Bea's eyesight is much worse, and she feels somewhat useless. Kate helps out at the Center, and then meets up with Duncan Fraser again for lunch.  She confesses that she's not very satisfied with medical school: she resents the distancing of the doctor/patient relationship being promoted in the school, she finds the other students young and inexperienced, and she's being taught medicine by people with half her experience. She's thought about dropping her studies and working at the Center, but doesn't want to disturb Bea's pride, so is thinking about working at Ulrica's hospital instead. Kate and Duncan get on quite well, both finding it a relief to have someone they can talk to, and they decide to get together when the group returns from Dominica's.

Dorothy runs into Jake and they go antiques shopping. Jake is working with the Singapore police in identifying probably Communist agents. Dorothy and Jake have a great time together, and Dorothy decides to skip the trip to Dominica's to spend more time in Singapore with Jake.

Alice and Maggie go shopping, Maggie taking lots of pictures with Dorothy's camera. Alice confesses that, whenever she gets close to someone, all of her emotions just shut off, and she's not sure what to do about it. Maggie suggests that she talk it out with someone, but Alice is unable to. Maggie herself is upset because Dorothy paid her way out to Singapore, and she dislikes being dependent on people; she also thinks that Dorothy has become a little bit of a snob.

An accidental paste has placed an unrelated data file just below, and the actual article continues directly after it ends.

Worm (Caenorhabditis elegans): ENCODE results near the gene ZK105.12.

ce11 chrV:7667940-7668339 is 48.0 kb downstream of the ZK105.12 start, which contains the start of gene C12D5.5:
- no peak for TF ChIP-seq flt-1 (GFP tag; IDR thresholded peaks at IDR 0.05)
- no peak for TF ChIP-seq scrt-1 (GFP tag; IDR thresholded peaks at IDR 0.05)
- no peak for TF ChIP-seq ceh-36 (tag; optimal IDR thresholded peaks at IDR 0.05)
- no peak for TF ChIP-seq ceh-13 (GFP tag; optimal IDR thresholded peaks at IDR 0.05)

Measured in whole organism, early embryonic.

When the weekend comes, Alice, Marion, Maggie, Christina, Bea and Kate head out to Dominica's; Ulrica plans to follow the next morning in her truck. The group arrives at Dominica's plantation, where the gates remind them of the camps. They are greeted by Dominica, who introduces them to her new husband, Teddy Forster-Brown. It is clear that the couple are devoted to each other. During the tour of the house, Christina notes rifles in the hallway; Teddy assures her that they have plenty of rifles and ammunition in case of attack, and that everyone is perfectly safe.

That evening, the group gathers in the living room and sings Gilbert and Sullivan songs. Bea phones the Center to check on things with Lau Peng, and then turns the phone over to Christina so she can speak with her boyfriend.  Teddy takes Marion aside. He says that his roots are in Malaya now, and he doesn't want to give up the plantation to the Communists without at least some resistance. If something should happen to him, since Dominica has no one else, he would like to know that Marion would be there for her. Marion agrees, saying that even if she isn't their leader anymore, she still feels responsible for all of them.

Teddy asks Dominica to return to England, but she refuses: she loves him too much. Marion asks Bea to return to England with her: with Bea's eyesight, she can't continue much longer, and Marion has a huge empty house to share. Bea refuses: Stephen is deteriorating, and will die within the year, his time in the men's camp taking it's toll. As he loves Singapore so much, it seems only right to let him stay, and Bea will keep looking after him.